The daily vendors faced a crisis due to the lockdown and their plight was reduced to vulnerability and marginalisation, as economically their situation is at stake which has affected their well-being. The district of Koraput is popular for the Eastern Ghats, the lush greenery and a pleasant weather almost the year, around 88% of population in Koraput district depends on agriculture and forestry. Since March 23, 2020 due to the closure of borders the tribal markets have been suffering as well as the vendors, specifically the tribal women vendors who accumulated the core area in the market. As Koraput has a blend of patriarchy and matriarchy, we come across the men and women both as breadwinners Women from the Soura, Bhumiya, Bhotra, Durua ,Mali, Bondas, Khonds, Koyas and Gadabas tribe constitute some proportion in the market. Here women are not confined to the kitchen or domesticity but are the ones who bring the bacon home. Every day, over 100 women have been working to earn livelihood seen selling forest products, fresh vegetables, fruits and flowers reach these markets early in the morning even by walking from different places due to lack of transportation and road connectivity. The Govt has provided necessary skills, income to women in the tribal-areas of Koraput district and also sponsor their travel to different national and international exhibitions for marketing their products and paving way for empowerment throughout the year. Earlier barter system was followed, but with the span of time they took their products to markets. The market here signifies the culture practised by the tribal inhabitants. There are many natural products from the daily provisions to natural produces available as well as other minor forest products, the tribal trade revolves There are several such weekly markets in the district where these women travel everyday to sell their products.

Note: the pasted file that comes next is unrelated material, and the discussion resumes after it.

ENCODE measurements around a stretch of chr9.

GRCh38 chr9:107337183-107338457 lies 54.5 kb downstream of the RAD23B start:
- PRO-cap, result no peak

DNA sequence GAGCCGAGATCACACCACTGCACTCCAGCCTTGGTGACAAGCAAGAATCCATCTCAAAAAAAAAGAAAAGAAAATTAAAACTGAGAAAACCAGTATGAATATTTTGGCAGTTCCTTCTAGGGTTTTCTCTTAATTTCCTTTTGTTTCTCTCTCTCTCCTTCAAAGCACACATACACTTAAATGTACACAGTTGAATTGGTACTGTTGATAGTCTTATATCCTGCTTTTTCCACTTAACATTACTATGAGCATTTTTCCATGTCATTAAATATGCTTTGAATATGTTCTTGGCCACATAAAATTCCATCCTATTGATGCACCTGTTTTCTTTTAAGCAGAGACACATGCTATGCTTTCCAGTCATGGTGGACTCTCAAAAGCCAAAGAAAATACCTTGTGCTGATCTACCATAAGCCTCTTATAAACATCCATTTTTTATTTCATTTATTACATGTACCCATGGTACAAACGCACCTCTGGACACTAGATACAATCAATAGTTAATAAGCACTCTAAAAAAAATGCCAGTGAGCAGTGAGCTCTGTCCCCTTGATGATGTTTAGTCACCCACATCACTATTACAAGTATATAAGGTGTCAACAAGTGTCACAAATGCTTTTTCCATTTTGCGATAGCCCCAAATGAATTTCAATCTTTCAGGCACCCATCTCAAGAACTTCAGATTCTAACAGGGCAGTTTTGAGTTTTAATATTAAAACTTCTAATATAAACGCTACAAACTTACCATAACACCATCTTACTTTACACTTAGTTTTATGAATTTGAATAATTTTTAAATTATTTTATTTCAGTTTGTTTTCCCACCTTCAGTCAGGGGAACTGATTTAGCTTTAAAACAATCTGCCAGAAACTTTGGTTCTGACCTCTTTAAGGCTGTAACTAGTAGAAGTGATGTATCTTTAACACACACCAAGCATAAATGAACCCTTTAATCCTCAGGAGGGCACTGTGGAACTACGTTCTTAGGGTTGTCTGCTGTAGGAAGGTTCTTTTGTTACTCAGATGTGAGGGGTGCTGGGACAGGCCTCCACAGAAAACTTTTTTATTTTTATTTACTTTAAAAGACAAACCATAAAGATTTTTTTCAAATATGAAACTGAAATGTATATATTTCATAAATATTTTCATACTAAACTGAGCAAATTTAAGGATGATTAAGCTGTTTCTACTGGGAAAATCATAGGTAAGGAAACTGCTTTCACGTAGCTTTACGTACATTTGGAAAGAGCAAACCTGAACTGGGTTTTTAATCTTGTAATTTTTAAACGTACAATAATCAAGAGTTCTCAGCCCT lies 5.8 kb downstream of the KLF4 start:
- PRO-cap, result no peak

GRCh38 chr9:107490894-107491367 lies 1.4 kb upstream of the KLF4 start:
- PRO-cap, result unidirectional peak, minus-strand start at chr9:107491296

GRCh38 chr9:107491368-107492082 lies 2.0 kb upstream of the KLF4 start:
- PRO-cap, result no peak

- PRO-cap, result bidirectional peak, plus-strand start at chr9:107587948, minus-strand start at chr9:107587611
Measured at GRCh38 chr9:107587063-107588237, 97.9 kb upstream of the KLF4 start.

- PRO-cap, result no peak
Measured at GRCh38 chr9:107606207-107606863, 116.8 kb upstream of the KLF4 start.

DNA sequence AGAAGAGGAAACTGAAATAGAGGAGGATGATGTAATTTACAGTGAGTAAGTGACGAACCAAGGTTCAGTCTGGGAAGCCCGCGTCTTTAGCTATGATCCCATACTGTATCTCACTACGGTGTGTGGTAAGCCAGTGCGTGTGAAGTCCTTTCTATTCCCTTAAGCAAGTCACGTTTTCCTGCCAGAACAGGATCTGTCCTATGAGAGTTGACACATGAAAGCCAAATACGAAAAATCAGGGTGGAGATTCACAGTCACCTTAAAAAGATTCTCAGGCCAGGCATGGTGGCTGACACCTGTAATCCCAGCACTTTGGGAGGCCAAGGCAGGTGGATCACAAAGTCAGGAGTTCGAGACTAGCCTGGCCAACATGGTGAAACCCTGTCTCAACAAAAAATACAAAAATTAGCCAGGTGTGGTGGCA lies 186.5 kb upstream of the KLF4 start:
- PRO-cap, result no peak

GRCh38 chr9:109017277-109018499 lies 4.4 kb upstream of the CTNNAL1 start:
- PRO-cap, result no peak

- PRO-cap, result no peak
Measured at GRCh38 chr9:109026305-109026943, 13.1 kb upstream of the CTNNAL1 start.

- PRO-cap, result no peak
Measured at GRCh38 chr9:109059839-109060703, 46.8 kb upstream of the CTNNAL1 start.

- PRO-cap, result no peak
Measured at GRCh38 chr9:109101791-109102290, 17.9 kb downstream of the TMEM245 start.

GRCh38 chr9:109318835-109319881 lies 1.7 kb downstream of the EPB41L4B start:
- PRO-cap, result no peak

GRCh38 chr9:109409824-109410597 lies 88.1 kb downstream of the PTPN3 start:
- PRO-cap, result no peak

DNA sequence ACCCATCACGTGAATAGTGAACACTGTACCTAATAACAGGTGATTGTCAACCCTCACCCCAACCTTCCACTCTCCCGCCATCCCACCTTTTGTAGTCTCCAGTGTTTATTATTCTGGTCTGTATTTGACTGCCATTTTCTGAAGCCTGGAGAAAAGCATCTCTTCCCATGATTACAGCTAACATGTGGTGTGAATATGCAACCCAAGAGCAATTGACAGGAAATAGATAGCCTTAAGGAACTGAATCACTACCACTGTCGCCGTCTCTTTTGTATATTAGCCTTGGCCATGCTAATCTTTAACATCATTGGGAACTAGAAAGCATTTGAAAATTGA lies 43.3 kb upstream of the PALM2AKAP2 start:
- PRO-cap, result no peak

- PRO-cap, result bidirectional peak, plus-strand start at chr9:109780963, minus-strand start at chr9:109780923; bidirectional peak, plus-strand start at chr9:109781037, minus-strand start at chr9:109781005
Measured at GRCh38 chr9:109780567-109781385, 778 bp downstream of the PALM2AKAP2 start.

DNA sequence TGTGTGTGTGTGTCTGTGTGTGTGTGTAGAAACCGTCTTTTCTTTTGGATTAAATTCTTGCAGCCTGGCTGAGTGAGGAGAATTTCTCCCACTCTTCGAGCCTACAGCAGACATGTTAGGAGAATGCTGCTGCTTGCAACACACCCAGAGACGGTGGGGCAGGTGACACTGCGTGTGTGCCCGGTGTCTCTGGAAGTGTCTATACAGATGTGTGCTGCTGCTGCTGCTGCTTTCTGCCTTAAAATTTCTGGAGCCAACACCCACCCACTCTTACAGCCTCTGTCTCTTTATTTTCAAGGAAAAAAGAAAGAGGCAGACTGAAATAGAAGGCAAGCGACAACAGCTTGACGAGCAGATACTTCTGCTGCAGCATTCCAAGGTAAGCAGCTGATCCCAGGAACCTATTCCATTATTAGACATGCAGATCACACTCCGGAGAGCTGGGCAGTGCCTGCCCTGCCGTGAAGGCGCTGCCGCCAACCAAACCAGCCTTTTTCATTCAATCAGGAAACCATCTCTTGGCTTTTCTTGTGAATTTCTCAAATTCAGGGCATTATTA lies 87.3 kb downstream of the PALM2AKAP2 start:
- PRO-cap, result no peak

The Pandemic Era and Challenges
Distanced, Discriminated and distressed, reeling under the wake of pandemic we encounter that it becomes very difficult for these women to market their products as huge form of stigmatisation, prejudices are rampant among the buyers. During the normal times these tribal women were undergoing multiple troubles but the virus has magnified it to a certain extent. According to reports by International Labour Organisation (ILO), the pandemic has affected the informal sector which is equivalent to 195 million jobs lost. The street vendors are highly exposed to hazardous conditions with vulnerable conditions, being women, mother and a vendor she has a triple burden to survive. The rise in unpaid work among women has increased exponentially due to the covid. Even with the implementation of Street Vendors Act-2014 the numbers of beneficiaries are less and women are fewer. The rights of these women vendors should be protected which should not be a hindrance in the empowerment process, as per the National Commission of Women the gender based violence has risen in large amount in India due to lockdown and when women suffer from poverty as they cannot go to work it threatens their livelihood. One of the tribal women aged 25; married who sells vegetables in Semiliguda market in Koraput on anonymity voiced that poverty is much more dangerous than the virus, if they do not come out to sell their products; they will die as well as their children. Loss of sustenance have become a major challenge a 50 yr old tribal woman vendor at Koraput anonymously said she has been facing the hardest time of her life as apprehended between the paradox of poverty and pandemic. They have never thought the lockdown would continue for a longer period of time, which has hit them hard and their families.